add comment

How about:

#!/usr/bin/env python

import dbus

# Get a D-Bus interface to Skype
bus = dbus.SessionBus()
skype_object = bus.get_object('com.Skype.API', '/com/Skype')
skype = dbus.Interface(skype_object, dbus_interface='com.Skype.API')

# Ask for permission to control Skype
response = skype.Invoke("NAME " + __file__)
response = skype.Invoke("PROTOCOL 8")

# Issue commands
response = skype.Invoke("SET WINDOWSTATE NORMAL")

It's not as generalized as you wanted, but it might get the job done. For anything other than simple personal use it will need some error handling added in.

Source: Skype Public API Reference

share|improve this answer
    
ændrük. It seems a good method forSkype, but I'm afraid it is a bit beyond me. I have minimal bash and python knowledge, so when it failed on "skype_object = ...", and my skype --help does not list the "--enable-dbus --use-system-dbus" options, and I see things in the "public_api_ref" like "Important: The Skype for Linux API, version 1.3, beta uses D-BUS version .23. The next release will move to support for D-BUS version .61+". Ubuntu's dbus version is 1.2.16-2. It seems that the best thing I can do is have a cup of coffee... Thanks. (I might scan for unique pixel groups; easier :) –  Peter.O Dec 8 '10 at 8:51
    
Yikes, looks like old documentation. --enable-dbus --use-system-dbus shouldn't be necessary, and apparently this only works after you have signed in to Skype. –  ændrük Dec 8 '10 at 15:06
add comment

I've managed to put together a python script which does the job (... a big learning curve, and a good way to learn :)

It won't make it to mainstream, but I'm posting it for anyone who may be interested.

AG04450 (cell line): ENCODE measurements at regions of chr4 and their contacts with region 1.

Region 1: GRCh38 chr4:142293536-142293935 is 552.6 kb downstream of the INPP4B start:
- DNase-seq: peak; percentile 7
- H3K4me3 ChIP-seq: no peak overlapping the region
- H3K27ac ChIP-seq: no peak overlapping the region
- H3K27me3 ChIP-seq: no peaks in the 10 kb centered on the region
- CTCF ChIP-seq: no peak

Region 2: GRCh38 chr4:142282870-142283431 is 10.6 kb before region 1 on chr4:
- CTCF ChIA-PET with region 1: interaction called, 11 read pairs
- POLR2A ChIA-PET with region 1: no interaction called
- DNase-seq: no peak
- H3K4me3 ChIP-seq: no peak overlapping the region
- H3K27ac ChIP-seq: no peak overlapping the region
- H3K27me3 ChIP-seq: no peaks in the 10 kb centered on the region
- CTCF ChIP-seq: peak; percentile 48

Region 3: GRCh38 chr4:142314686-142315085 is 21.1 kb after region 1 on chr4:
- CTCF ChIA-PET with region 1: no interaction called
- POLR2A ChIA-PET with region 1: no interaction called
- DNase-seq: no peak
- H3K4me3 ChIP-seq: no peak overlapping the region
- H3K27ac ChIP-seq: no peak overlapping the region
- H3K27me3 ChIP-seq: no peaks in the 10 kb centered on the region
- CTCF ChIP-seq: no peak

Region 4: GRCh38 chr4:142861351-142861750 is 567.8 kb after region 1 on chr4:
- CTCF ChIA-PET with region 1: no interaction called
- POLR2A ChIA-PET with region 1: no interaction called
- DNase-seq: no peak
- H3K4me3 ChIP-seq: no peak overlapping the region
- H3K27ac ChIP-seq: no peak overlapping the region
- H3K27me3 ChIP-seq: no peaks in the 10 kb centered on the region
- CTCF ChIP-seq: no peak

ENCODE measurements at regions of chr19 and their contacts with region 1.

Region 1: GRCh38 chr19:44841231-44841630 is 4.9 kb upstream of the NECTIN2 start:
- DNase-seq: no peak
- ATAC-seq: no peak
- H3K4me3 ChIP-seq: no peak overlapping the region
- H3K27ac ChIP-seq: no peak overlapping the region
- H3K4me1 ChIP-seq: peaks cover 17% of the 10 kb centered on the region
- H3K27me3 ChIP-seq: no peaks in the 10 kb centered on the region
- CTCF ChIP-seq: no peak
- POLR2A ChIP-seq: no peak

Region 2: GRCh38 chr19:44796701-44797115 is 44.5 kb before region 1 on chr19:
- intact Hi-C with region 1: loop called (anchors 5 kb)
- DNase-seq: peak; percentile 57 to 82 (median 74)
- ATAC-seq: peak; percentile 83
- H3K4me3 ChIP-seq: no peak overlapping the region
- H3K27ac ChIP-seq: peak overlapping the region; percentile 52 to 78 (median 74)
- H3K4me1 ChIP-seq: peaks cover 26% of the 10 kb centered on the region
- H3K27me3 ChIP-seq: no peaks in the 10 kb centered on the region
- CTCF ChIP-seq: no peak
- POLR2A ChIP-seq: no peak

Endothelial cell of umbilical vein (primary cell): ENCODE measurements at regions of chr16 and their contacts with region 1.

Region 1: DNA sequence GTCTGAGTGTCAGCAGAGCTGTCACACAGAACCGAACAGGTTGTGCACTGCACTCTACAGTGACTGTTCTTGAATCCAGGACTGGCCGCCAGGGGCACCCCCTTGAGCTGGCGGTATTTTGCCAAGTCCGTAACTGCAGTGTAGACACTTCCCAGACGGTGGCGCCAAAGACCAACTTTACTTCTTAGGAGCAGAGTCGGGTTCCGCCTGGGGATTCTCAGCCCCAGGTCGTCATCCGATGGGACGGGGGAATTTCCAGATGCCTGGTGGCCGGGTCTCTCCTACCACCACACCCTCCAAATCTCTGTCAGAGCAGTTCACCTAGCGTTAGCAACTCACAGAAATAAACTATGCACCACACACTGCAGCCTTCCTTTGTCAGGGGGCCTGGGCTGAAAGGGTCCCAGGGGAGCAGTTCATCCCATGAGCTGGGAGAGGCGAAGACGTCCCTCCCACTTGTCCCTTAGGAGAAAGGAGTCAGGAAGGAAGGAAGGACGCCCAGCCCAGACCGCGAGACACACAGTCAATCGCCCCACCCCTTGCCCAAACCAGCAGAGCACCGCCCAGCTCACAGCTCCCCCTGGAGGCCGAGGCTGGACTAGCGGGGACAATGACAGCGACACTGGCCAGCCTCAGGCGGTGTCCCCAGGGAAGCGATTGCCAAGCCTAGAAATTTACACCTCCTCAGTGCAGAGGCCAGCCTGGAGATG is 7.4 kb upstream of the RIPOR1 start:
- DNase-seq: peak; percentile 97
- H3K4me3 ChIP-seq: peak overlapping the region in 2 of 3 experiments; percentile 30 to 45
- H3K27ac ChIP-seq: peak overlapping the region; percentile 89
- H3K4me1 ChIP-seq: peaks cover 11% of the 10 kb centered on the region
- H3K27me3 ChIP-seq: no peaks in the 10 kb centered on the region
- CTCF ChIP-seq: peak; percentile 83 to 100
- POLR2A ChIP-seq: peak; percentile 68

Because there is no way I know of to directly determine the co-ordinates of a particular Notification-Tray icon, I've had to "search" for the icon.

To identify an icon, the script has a "one time per icon" CAPTURE proc, which identifies a (hopefully) unique row of pixels... fortunately icons are very multi-coloured.
(the capture proc calls on 2 minor bash scripts)

I'm not sure what the askubuntu policy is regarding a large code posting, so until I find out if it is Okay or not, I've posted it to pastebin.ubuntu.com

The main script is 140 lines of actual code, but runs to 240 with coments, and for some unknown reason, when in the pastebin, many but not all of the lines are double-spaced, pushing it to 339! (my editor is set to Unix LF)...

Here are the links to the main python scripts and the 2 helper bash scripts;

share|improve this answer
    
I'm getting more impressed by your ability to learn things every day. Fantastic stuff, keep it coming! –  Stefano Palazzo Dec 10 '10 at 1:26
add comment

Your Answer

 
discard

By posting your answer, you agree to the privacy policy and terms of service.

Not the answer you're looking for? Browse other questions tagged or ask your own question.